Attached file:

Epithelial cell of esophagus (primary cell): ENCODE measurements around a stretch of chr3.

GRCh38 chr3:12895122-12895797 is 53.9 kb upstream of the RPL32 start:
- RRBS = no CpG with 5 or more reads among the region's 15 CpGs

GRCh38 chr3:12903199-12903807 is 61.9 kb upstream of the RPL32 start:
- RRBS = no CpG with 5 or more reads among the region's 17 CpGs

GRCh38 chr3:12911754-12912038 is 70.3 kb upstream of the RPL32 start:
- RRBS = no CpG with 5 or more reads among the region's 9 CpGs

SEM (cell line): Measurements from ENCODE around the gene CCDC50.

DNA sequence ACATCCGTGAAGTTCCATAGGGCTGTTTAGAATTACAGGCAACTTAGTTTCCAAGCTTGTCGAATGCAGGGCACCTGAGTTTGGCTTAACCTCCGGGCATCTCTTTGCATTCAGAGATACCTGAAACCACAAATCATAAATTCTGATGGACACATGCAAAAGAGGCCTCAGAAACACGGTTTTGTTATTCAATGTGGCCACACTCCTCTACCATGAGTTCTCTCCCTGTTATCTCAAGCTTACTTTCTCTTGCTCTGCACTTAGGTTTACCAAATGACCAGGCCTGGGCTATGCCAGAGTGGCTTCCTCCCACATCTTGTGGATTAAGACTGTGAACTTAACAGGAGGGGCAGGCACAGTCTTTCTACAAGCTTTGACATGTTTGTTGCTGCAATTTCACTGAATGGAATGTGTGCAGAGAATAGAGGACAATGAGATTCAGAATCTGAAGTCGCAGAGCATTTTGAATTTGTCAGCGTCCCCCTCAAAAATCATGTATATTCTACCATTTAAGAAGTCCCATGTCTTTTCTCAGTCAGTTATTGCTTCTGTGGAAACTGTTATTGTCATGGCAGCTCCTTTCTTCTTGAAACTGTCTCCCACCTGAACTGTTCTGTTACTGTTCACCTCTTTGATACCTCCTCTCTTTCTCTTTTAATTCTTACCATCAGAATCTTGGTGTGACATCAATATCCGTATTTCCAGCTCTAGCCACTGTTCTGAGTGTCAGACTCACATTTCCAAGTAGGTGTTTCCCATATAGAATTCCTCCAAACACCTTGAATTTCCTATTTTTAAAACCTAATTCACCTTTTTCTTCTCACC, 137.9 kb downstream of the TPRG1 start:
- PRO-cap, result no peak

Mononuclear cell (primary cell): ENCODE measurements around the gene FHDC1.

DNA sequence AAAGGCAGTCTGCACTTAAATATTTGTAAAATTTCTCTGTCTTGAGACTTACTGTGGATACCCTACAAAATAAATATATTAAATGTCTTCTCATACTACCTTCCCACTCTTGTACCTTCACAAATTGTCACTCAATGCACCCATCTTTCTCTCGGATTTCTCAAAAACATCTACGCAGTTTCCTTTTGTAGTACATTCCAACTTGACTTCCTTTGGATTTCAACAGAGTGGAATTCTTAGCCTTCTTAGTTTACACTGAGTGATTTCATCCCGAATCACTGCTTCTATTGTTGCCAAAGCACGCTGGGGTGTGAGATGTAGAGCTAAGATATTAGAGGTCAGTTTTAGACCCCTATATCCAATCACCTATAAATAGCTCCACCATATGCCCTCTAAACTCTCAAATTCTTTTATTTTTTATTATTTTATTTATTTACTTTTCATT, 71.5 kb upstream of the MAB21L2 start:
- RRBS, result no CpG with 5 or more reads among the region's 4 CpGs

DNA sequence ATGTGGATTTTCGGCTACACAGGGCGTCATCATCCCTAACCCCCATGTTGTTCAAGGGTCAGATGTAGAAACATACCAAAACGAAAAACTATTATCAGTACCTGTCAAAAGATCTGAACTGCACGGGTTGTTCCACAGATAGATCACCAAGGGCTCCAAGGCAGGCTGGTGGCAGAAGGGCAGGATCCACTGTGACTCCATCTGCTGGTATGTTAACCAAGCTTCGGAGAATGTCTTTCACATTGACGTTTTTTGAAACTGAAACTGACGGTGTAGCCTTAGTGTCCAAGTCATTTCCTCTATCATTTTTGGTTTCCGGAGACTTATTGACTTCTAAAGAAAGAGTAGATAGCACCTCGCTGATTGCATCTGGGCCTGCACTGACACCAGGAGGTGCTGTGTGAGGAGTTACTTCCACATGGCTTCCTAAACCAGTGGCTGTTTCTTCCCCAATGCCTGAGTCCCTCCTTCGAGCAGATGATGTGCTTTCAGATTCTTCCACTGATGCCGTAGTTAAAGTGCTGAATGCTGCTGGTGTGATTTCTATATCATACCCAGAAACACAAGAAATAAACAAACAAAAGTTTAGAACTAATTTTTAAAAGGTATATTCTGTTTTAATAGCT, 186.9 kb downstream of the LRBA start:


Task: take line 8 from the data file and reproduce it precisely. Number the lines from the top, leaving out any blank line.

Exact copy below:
SEM (cell line): Measurements from ENCODE around the gene CCDC50.